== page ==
clock menu more-arrow no yes

Filed under:

Lamenting another uninspiring article from the Tampa Bay Times

New, comments
Oakland Athletics v Tampa Bay Devil Rays Photo by Doug Benc/Getty Images

There's a phrase that always comes up when reading about the Rays.

Those who cheer for the Rays use it. As do those who read about them and talk about them.

I've used it. We all use it.

Well, that's just what the Tampa Bay Times does.

It's a catch-all phrase that describes how the Tampa Bay Times chooses to write about their local franchise, how they criticize their team.

Well, that's just what the Tampa Bay Times does.

What is that, exactly?

They criticize any trade of an expiring or expensive contract that brings back prospects. They complain when the Rays sign players coming off bad seasons. They even complain when the Rays bring in good players if they’re coming off injuries.

In fact, that pretty much sums up the Times’s major offseason articles so far.

The Rays traded a second baseman on the wrong side of 30, Logan Forsythe, for a high impact prospect with six years of control in Jose De Leon. They signed an elite defender in Colby Rasmus, a veteran player rejoining the hitting coach that made him a success story. They signed Wilson Ramos, the best free agent catcher on the market who could turn into the best catcher the Rays have ever had, and signed him for two seasons to take advantage of his recovery from knee surgery. He’ll likely return in May.

It's the kind of offseason that gets people fired up, but you wouldn’t know it from reading the only newspaper in Tampa Bay.

What else happened?

The Rays traded Drew Smyly, an unfortunately broken pitcher who was the major league piece of the David Price trade in 2014. Smyly went on to outpitch Price in the second half that season, but a casual fan may not realize that deal was built around the Rays’ shortstop of the future, top prospect Willy Adames. In the new Smyly trade, they picked up … another young guy(!), outfielder Mallex Smith, who has blistering speed and solves the Rays outfield depth woes of last season, as well as two other prospects with major league projections.

That's what the Rays do.

They learn from their mistakes with a goal to improve from a 68-win season — even without the Tampa Bay Times’s support.

Fans are tired of reading it. You can bet some of the players have grown weary of it as well.

Sadly, it is the reality of the situation. The Rays front office is doing what it can. They simply don't have the local support to lure big-ticket free agents or even keep many of their own stars in the spotlight. This isn't breaking news.

This isn't to suggest that all articles written by The Times are bad ones. This Forsythe-for-De Leon trade might turn out to earn praise for the Rays. They know they should stop acting as if the Rays just traded away Ryne Sandberg. Come summer, the Ramos signing might be the shrewdest move in the majors.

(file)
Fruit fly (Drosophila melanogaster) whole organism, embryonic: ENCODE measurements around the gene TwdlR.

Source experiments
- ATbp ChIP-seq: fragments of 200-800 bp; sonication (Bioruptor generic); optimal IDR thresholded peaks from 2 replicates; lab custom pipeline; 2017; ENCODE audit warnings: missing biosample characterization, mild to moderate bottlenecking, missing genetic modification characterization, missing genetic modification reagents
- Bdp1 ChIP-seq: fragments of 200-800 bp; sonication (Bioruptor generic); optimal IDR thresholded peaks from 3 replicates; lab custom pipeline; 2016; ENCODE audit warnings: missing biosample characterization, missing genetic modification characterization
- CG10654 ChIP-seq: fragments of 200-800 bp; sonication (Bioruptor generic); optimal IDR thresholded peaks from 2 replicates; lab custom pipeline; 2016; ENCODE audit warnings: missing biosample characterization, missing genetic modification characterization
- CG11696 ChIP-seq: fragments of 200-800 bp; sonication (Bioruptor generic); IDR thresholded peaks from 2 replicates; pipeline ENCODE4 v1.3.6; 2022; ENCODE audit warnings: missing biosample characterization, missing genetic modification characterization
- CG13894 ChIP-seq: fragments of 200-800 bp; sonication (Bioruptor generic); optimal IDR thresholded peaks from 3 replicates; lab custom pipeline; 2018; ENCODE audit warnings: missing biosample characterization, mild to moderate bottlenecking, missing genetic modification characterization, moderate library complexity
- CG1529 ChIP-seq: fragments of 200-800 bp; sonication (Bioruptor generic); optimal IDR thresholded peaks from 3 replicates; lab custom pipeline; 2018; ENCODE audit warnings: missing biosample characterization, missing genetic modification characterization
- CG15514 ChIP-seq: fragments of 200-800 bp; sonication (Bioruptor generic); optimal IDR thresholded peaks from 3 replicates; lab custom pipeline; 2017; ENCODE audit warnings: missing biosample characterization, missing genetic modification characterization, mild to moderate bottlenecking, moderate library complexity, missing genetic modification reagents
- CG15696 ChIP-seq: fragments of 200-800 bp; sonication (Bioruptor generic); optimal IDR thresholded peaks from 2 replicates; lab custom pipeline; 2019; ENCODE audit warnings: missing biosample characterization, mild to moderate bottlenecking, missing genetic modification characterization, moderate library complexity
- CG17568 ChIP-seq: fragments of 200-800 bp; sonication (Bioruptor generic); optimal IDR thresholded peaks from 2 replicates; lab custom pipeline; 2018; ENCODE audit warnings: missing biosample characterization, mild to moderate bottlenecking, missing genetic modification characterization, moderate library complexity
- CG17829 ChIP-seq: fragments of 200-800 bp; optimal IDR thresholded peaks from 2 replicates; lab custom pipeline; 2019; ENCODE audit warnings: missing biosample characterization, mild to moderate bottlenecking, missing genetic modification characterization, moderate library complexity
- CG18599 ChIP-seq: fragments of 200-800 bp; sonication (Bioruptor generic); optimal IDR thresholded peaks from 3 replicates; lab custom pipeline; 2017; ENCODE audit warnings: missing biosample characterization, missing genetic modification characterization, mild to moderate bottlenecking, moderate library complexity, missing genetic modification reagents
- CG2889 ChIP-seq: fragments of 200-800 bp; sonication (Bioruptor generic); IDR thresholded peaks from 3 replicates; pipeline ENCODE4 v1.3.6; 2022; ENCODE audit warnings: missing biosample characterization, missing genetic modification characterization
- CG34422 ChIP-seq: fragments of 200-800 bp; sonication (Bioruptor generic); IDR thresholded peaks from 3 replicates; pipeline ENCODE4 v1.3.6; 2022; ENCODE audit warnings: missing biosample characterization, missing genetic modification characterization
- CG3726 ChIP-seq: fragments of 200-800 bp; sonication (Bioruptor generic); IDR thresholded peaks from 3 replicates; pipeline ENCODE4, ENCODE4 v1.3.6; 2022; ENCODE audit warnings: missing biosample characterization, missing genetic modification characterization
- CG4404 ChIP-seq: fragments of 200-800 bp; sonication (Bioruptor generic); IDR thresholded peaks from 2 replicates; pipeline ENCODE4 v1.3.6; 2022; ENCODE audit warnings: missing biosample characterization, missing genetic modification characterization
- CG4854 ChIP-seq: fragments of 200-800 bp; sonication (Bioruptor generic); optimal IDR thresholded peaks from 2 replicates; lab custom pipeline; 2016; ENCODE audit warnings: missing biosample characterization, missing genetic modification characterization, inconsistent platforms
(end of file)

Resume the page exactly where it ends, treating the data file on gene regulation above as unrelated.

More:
But it's always the same kind of skepticism, and it's always wait-and-see.

Most Rays followers get it. They understand the plan and why it has to be that way. But knowing it doesn't make reading someone’s criticism any less depressing. They go into an offseason knowing they don't have a prayer of their newspaper publishing articles about how the Rays don’t need to drop top dollar on aging players like Edwin Encarnacion or Mark Trumbo or even Jose Bautista. Imagine the criticism the team would face if they broke their budget on a bad deal!

That's depressing.

So is going into the regular season knowing that everything has to go almost perfectly for the Rays to have a chance of getting national media coverage with the big boys like the Red Sox.

The Rays are not alone in dollar store criticisms either.

You get brief windows of success that garner positive articles, followed by stretches of rebuilding with harsh criticism. That's where the Rays are now. Rebuilding.

The Rays are trying to get back to the postseason for the first time since 2013. At the same time, they have to be mindful of what this team is going to look like in two years, three years, five years.

So the Rays have two choices, neither of which is ideal.

They can blow the whole thing up and start from scratch, like the Astros did when they lost 100 games three years in a row and, two years later, made the playoffs.

Or the Rays can do what they are doing: get good pitching, build around selected veterans such as Evan Longoria and Kevin Kiermaier, find the right (and cheap) pieces to put around them and hope it all works out.

Will the Times praise the Rays for making the best of a tough situation? It didn't last season, but that doesn't mean it won't this season.

Wait and see.

But the Rays must realize that frustrated writers aren't going to love them unconditionally.

They'll complain, and rightfully so, if the plan doesn't work. They'll stay away, and rightfully so, if there's another 90-loss season in store. They stop celebrating the team if it's no good.

That's just what these writers do.


This article was written to lampoon the recent article Lamenting another uninspiring offseason of The Rays Way 01/26/17 [Last modified: Friday, January 27, 2017 6:53am] by Tom Jones of the Tampa Bay Times.